Rand Paul's Alex Jones Problem: Vaccines And "Martial Law"
Paul Told Conspiracy Outlet That "Martial Law" Could Lead To "Mandatory" Vaccinations
Blog ››› ››› ERIC HANANOKI
Rand Paul's connection to leading conspiracy theorist Alex Jones is under new scrutiny after the Republican senator recently claimed vaccines could lead to "mental disorders."
In 2009, Paul was interviewed for Jones' Infowars.com and claimed "martial law" could lead to "mandatory" vaccinations. Paul is one of Jones' biggest enablers even though the radio host has pushed fringe theories about 9-11, mass shootings, and the federal government.
Paul has been heavily criticized after he said this week that vaccines should be voluntary because there are purportedly "many tragic cases of walking, talking, normal children who wound up with profound mental disorders after vaccines." Republican New Jersey Gov. Chris Christie also recently said parents should have "some measure of choice" about vaccinations.
The Washington Post reported that "Medical experts reacted with alarm" to their remarks. MIT professor Seth Mnookin, who has written extensively on the "devastating" anti-vaccine movement, said the comments were "incredibly, incredibly irresponsible." University of Pittsburgh Dr. Amesh Adalja said people like Paul are "giving credence to things that have been completely debunked" and "called the comments from Paul particularly troubling because Paul is a doctor."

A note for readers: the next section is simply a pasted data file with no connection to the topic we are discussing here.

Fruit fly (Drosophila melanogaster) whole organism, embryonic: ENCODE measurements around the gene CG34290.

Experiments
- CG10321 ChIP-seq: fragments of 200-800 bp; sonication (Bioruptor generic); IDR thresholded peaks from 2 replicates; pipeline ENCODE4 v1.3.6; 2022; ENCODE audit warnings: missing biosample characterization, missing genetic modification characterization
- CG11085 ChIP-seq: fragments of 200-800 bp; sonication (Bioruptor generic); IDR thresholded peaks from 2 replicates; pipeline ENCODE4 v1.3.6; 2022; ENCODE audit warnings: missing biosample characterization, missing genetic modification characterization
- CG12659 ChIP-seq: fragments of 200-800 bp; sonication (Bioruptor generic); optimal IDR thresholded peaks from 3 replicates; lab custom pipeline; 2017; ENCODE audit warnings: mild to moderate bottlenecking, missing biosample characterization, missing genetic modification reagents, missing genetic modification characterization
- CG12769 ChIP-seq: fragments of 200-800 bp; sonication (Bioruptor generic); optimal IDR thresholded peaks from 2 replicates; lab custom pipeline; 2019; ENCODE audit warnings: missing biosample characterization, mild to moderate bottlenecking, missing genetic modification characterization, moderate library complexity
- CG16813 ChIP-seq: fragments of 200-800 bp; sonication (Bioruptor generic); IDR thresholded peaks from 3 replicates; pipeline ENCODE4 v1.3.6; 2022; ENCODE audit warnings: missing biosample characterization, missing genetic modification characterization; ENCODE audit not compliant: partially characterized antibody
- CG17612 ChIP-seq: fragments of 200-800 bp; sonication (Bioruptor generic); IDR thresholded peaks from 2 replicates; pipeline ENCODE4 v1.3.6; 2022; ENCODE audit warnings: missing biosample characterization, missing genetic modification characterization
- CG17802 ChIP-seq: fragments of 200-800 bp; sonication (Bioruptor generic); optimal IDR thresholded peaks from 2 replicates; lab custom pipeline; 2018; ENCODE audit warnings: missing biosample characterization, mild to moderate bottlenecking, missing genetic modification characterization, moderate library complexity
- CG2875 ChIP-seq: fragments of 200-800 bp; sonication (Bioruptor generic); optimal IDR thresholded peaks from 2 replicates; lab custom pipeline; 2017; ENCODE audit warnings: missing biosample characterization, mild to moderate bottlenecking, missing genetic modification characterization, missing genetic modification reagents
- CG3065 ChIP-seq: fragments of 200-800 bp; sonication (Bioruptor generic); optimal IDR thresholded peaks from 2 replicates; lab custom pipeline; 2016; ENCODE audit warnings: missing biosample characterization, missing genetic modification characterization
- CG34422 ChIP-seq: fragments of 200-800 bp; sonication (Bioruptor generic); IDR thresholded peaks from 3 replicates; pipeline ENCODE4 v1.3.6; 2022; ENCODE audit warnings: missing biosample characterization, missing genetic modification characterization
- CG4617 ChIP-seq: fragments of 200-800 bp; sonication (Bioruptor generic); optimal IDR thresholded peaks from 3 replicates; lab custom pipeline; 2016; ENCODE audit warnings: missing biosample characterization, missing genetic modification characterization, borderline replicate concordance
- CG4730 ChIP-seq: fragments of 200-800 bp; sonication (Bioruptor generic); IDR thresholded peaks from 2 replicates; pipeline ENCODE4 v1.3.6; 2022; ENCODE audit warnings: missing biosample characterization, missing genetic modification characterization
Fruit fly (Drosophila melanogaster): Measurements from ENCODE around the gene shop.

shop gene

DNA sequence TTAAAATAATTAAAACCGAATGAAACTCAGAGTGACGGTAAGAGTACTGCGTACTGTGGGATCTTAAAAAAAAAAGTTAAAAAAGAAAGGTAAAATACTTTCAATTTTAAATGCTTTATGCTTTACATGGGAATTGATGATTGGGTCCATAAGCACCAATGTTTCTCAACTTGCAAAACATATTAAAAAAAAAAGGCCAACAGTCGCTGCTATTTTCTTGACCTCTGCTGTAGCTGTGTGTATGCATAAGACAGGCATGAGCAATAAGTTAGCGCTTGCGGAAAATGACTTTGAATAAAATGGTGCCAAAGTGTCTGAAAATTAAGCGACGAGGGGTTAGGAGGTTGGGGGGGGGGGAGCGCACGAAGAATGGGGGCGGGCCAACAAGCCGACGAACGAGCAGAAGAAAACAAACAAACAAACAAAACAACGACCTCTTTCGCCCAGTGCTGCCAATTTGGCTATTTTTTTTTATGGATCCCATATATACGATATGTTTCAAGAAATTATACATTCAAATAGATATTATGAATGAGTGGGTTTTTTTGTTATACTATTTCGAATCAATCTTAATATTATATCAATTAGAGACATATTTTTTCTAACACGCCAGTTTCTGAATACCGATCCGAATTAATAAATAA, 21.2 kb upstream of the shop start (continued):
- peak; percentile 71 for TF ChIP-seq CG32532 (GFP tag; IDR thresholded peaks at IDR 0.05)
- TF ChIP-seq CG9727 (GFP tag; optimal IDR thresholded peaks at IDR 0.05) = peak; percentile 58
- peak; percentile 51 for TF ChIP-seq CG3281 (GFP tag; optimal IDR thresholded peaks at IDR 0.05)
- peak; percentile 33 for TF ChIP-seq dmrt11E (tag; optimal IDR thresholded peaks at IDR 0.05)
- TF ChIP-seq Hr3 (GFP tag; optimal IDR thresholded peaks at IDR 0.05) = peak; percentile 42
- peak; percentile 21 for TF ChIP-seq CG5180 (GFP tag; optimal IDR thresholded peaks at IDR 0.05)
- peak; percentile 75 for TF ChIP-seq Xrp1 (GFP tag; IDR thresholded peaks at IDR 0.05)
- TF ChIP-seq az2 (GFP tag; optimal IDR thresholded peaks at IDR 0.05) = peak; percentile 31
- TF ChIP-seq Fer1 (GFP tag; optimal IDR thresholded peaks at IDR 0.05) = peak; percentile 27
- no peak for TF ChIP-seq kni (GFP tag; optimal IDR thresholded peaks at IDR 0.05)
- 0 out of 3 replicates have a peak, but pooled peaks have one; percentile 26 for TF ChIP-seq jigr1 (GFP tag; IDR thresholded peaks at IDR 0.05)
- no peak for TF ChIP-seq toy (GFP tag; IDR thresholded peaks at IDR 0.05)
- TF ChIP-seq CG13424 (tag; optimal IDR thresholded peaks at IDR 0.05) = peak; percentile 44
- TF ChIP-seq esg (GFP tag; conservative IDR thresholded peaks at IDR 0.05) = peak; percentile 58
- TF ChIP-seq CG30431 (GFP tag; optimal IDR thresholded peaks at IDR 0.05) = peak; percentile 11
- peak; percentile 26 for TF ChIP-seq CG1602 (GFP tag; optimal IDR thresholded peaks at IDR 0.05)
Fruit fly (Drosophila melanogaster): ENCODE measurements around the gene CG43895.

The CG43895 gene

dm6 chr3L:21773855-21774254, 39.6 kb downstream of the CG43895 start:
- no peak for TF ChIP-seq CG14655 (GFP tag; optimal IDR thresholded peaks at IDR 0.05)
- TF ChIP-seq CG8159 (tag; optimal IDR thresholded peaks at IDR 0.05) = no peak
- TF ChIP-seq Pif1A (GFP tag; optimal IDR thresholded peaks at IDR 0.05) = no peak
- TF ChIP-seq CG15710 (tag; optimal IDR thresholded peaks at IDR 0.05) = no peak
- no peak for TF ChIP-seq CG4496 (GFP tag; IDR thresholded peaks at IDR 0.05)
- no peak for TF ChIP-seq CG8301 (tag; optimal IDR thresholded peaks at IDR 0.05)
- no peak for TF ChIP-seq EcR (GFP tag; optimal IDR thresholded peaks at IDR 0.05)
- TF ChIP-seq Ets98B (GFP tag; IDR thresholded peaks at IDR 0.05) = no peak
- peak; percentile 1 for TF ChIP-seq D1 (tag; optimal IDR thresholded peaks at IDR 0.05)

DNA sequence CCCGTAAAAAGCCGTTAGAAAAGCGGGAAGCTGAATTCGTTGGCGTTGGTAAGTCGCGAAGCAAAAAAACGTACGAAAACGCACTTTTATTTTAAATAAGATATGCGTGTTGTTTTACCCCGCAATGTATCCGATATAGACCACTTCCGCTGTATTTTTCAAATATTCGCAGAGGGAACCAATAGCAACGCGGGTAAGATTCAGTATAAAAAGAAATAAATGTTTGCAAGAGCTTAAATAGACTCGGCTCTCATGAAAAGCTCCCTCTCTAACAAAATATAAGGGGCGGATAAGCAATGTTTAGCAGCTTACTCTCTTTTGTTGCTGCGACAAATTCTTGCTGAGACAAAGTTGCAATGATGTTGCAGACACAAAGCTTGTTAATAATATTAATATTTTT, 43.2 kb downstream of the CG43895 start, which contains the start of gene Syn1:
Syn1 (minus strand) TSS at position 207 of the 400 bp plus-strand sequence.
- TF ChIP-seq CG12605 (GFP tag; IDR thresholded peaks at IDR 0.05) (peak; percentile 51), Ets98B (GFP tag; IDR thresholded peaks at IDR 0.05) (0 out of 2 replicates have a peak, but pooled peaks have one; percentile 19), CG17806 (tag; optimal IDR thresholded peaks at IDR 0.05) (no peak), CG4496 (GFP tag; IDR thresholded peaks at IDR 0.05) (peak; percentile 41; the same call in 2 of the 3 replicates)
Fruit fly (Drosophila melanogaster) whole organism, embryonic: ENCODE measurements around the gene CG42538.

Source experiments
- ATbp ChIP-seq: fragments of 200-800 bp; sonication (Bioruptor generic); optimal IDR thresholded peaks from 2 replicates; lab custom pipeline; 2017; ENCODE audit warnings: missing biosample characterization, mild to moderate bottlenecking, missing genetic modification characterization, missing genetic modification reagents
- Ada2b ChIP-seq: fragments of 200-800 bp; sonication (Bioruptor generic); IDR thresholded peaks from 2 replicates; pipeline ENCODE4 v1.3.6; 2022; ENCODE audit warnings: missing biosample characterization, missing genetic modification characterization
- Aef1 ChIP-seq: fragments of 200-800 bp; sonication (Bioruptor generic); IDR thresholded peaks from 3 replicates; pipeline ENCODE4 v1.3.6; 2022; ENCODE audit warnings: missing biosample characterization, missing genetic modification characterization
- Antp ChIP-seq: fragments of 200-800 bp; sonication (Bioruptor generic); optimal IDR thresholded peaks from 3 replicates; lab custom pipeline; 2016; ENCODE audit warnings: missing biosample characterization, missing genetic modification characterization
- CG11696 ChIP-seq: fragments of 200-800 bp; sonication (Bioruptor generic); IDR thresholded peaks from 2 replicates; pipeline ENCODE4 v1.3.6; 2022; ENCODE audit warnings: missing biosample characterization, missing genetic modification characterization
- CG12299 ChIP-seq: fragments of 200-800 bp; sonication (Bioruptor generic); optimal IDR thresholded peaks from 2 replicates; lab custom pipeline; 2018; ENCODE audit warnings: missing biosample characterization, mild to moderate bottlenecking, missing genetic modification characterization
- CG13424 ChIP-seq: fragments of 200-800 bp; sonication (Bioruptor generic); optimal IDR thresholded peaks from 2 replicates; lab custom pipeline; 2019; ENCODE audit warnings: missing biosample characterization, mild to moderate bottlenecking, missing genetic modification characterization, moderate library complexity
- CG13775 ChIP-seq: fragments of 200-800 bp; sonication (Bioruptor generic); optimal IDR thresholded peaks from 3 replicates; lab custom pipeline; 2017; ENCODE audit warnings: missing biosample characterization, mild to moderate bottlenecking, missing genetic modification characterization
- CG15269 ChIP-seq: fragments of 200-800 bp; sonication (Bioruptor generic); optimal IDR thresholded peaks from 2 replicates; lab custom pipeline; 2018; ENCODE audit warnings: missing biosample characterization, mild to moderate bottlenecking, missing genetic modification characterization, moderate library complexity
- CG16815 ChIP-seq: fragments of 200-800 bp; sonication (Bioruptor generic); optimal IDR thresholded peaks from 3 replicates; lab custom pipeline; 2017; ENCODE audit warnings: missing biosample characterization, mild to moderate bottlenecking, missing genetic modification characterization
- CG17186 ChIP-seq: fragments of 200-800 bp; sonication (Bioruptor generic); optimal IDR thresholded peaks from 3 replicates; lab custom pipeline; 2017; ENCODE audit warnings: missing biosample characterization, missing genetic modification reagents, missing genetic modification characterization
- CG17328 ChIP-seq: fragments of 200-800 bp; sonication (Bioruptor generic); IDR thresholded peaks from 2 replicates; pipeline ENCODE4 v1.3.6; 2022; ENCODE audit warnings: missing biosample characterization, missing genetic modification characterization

Paul raised the specter of big government and "martial law" when talking about vaccines during an August 21, 2009 interview, as Media Matters Action Network reported in 2010. He said that "the first sort of thing you see with martial law is mandates. And they're talking about making it mandatory. I worry because the last flu vaccine we had in the 1970s, more people died from the vaccine than died from the swine flu."
Paul, who was a U.S. Senate candidate at the time, added that he would have taken the smallpox and polio vaccine, but urged caution on vaccines in general, stating: "I say you have to be careful, you have to weigh the risks of the disease versus the risks of the vaccine, but I'm not going to tell people who think it's a bad idea that they have to take it because everybody should be allowed to make their own health care decisions, and that's the problem with allowing more and more government."